Published: Wednesday, 02/10/2016 12:00 am EST
Andriy Shevchenko comes to Canada as a new diplomat with a story to tell.
The ambassador of Ukraine to Canada, a political appointee who officially took up the job in December, is putting his communication expertise as a journalist and politician to use.
Standing tall, the 39-year-old former editor-in-chief of Ukraine’s first 24-hour news channel is at ease when the tables are turned and he’s the interviewee, talking to Embassy about his new diplomatic mission on Jan. 25.
“I think my mission is to find proper words to tell the truth about what has been happening in Ukraine, what we are going to do in the future, how the country is changing...and what kind of help we need in this situation and how together we can make this world a safer place.”
His Ukraine is one still in conflict with Russia in the east, and one reforming a corruption-soaked bureaucracy after the pro-Russian government of Viktor Yanukovych was ousted in early 2014. Though that view of Ukraine is contested, especially after the country’s economic minister resigned last week because he didn’t want to serve as “cover-up” for “covert corruption” he compared to the old government.
Ten ambassadors including Canada’s top representative in Kyiv wrote a joint letter urging Ukrainian politicians to “press forward on vital reforms.”
Mr. Shevchenko, speaking to the Ottawa Citizen said the Ukrainian president has taken seriously the minister’s arguments, and the country is working to fight corruption.
“The country has changed,” the ambassador told Embassy on Jan. 25. “The country has become much more mature. Now we understand that freedom is not something which you can...once make, and then it stays forever.”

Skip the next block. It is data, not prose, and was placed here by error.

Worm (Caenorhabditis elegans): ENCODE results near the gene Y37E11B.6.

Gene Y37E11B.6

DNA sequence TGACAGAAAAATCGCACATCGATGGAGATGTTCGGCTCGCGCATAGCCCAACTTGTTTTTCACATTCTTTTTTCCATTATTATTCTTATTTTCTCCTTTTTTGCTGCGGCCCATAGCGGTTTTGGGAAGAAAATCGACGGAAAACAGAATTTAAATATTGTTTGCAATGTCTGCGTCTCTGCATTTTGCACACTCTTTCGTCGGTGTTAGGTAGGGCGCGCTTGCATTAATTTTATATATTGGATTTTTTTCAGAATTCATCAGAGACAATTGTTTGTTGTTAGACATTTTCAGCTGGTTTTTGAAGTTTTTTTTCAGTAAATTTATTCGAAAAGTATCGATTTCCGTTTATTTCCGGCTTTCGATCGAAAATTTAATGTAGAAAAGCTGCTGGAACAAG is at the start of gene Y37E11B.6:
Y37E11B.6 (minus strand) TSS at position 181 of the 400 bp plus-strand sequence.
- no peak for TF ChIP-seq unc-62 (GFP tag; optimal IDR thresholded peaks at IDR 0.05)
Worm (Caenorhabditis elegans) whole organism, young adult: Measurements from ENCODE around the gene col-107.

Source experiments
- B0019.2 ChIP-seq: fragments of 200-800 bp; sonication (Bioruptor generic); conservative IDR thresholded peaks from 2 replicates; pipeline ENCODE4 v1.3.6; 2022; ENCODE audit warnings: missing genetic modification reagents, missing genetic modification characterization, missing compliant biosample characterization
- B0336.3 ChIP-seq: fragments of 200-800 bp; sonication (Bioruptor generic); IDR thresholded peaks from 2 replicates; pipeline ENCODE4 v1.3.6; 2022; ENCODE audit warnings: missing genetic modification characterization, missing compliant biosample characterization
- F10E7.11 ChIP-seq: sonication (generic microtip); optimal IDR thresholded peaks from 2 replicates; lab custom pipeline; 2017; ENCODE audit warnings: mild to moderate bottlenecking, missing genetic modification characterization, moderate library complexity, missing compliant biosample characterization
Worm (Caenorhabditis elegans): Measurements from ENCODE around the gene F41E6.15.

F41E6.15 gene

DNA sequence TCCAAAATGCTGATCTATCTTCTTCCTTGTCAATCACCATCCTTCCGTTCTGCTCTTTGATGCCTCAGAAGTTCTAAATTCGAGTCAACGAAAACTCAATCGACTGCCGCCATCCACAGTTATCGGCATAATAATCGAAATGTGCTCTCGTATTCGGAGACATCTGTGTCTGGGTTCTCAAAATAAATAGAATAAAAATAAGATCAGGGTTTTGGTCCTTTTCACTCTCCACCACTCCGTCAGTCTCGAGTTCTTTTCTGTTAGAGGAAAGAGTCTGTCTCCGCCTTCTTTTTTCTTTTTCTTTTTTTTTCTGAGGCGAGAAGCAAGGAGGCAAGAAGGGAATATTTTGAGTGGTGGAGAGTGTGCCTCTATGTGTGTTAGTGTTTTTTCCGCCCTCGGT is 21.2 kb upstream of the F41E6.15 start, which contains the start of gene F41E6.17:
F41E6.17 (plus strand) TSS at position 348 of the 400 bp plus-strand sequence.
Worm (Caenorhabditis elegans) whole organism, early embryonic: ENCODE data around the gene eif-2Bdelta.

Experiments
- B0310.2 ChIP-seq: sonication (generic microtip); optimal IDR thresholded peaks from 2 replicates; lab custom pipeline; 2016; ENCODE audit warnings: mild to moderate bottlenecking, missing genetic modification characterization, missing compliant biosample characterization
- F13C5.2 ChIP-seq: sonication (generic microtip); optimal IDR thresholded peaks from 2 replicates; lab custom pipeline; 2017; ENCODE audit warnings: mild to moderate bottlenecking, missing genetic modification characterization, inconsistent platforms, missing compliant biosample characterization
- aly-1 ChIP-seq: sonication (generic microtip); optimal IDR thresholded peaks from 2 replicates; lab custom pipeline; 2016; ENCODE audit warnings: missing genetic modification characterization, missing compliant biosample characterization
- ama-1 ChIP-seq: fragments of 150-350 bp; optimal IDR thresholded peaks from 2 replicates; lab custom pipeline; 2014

He knows the high price of freedom firsthand, he indicated. His relative went missing in the eastern city of Donetsk in July 2014 and has not been heard from since, he said. His wife and three kids were forced to move to Kyiv and stay with Mr. Shevchenko’s family, the envoy said.
As a three-term member of Ukrainian parliament, he also participated in the Euromaidan protests in Kyiv against the Yanukovych government in the winter of 2013-14.
At times, that meant going to court hearings to defend the protesters, physically taking them from police hands or helping to identify the dead.
“On Feb. 20, when the snipers started shooting, you take a dead person and you check the pockets. If you’re lucky you will find an ID which will help you to understand who this person is.”
If you’re not that lucky, he said, you could find the person’s cell phone. “You scroll down numbers and you don’t call mom, you don’t call honey or darling, but you would find someone’s name and you dial,” and ask them to come to help take care of their friend’s body, he said.
By the end of Feb. 20, 2014, more than 50 people would die, including many protesters and a few police officers, according to BBC News.
Though Mr. Shevchenko served his country as a politician and reporter, when he got the call to do it as ambassador to Canada, he and his family initially said no. His life in the media and politics meant he was attached to his city and country. But after more exploration, he said, his family realized it was an opportunity and they shouldn’t be afraid to try something new.